False: Japan’s Abe did not oversee vaccine rollout or distribute ivermectin
A tweet posted on July 11 made a series of claims about the work of Shinzo Abe, the former prime minister of Japan who was assassinated on July 8.
The post flaunted a conspiracy theory suggesting that he was killed because he “did not follow the orders” from the World Economic Forum.
Specifically, it claimed Abe did not mandate vaccination, sent back 1.6 million doses of vaccines and gave ivermectin to citizens.
The tweet, as of this writing, has more than 50,000 likes and 17,900 retweets.
The same claims, presented as an image with Abe’s face and text, were shared in another tweet in Chinese and also on Instagram.
All three claims are false.
Abe stepped down as Japan’s prime minister in September 2020, before any type of COVID-19 vaccine rolled out around the world in the first place.
Also, about two weeks before he resigned, Abe vowed to “seek enough supply of vaccines for every citizen” once they became available in a press conference.
High vaccination rate without a mandate
Initially, Japan faced strong vaccine hesitancy and had one of the worst vaccination rates among the developed nations even when the country was hosting the summer Olympics in mid-2021.
But the situation turned around dramatically toward the end of the year and the country recorded the highest rate of fully vaccinated population in the world in November 2021, according to a BBC report. This was achieved without a vaccine mandate.
CBS News reported last month that two-thirds of all citizens and 90% of seniors in the country have taken booster shots.
Moderna recalled due to contamination; Pfzier was readily available
In Sept. 2021, the Ministry of Health, Labor and Welfare recalled a total of 1.63 million doses of Moderna vaccines after contamination issues were reported.
The move came after then-Prime Minister Yoshihide Suga, not Abe, asked health authorities to look into the safety concerns.
Meanwhile, Pfizer vaccines were readily available in Japan during this period in 2021.
Ivermectin still under trial
In May 2020 when Abe was still the prime minister, he said in a press conference that the health authorities were looking into various antiviral medicines including ivermectin.
He said the government would start the approval process if such drugs were proven to be effective against COVID-19 in clinical research and trials.
However, as of July 14, 2022, ivermectin has not been approved for general application.
In January, the media reported a pharmaceutical company in Japan, Kowa, announced ivermectin was found to be effective against Omicron and other variants, but it was widely misunderstood that the test involved humans.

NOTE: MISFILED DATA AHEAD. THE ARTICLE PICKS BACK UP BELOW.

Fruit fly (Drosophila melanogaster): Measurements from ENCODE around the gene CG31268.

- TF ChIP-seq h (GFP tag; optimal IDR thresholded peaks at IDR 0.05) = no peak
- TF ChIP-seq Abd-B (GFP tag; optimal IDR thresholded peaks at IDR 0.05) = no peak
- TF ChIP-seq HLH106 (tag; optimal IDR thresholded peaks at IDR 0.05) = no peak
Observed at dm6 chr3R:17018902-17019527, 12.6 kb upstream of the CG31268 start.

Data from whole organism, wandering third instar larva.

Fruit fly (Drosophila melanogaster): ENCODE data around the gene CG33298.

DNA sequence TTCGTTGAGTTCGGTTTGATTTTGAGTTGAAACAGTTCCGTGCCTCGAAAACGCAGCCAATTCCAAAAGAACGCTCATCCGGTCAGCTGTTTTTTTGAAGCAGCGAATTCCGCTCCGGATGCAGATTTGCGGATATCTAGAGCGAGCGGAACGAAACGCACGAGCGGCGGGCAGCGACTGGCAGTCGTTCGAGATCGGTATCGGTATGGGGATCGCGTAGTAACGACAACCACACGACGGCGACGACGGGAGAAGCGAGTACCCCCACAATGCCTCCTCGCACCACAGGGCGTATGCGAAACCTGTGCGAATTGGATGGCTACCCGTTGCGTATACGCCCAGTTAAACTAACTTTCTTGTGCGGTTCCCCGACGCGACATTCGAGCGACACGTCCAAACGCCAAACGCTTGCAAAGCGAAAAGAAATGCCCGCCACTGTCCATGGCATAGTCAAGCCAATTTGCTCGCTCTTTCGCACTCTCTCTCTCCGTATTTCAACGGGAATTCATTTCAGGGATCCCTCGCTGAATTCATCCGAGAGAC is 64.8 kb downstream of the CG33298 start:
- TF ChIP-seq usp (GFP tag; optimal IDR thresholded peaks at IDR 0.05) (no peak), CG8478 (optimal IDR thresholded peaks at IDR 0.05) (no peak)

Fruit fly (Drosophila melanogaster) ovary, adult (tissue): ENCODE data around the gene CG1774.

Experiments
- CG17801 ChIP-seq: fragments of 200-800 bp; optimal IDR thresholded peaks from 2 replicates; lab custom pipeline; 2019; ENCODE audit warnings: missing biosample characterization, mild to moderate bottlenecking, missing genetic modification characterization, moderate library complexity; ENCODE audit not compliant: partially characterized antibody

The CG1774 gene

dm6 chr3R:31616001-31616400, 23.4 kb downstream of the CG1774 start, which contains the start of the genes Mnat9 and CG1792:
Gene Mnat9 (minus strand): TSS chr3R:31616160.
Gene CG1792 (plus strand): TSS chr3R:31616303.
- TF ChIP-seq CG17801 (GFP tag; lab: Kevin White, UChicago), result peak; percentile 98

The study actually found that the drug showed “antiviral properties” in non-clinical laboratory research. In medical research, clinical trials mean tests on humans. Non-clinical trials do not involve people.
The local and international media later issued corrections.
According to the U.S. National Library of Medicine, Kowa began the Phase III clinical trial for ivermectin in Japan last year in October, with 1,000 volunteers enrolled, which is estimated to be completed by the end of this year.
If proven effective in the Phase III trial, the company can seek approval from the Ministry of Health, Labor and Welfare.
What is World Economic Forum?
The World Economic Forum is a non-government, lobbying organization founded in 1971. The forum gathers business leaders, political leaders and economists to discuss world economic issues annually.
They also publish opinion articles and analyses by their members regularly. Adaptive strategy in light of the COVID-19 pandemic is one of their most prominent topics in recent years.
But regardless of what recommendations and guidelines are discussed and made, the WEF has no power to mandate or impose them in any way.
Abe is recognized as one of the members and has occasionally written articles in WEF publications since 2014.[Updated on July 22, 2022] There are many articles about COVID-19 vaccination published on the WEF website before Abe stepped down. This one in May 2020, for example, encouraged related parties to make vaccines “reach all corners of the world” once they become available and ready to be distributed, which could be one of the sources of the false claim that the vaccine mandate was “an order.”
Other fact-checking organizations such as Politifact and Reuters have also debunked these claims.
Correction: The previous version indicated that there was only one article on the WEF website discussing vaccine distribution before Abe resigned, but Annie Lab found many more related articles afterward. The relevant sentence has been updated.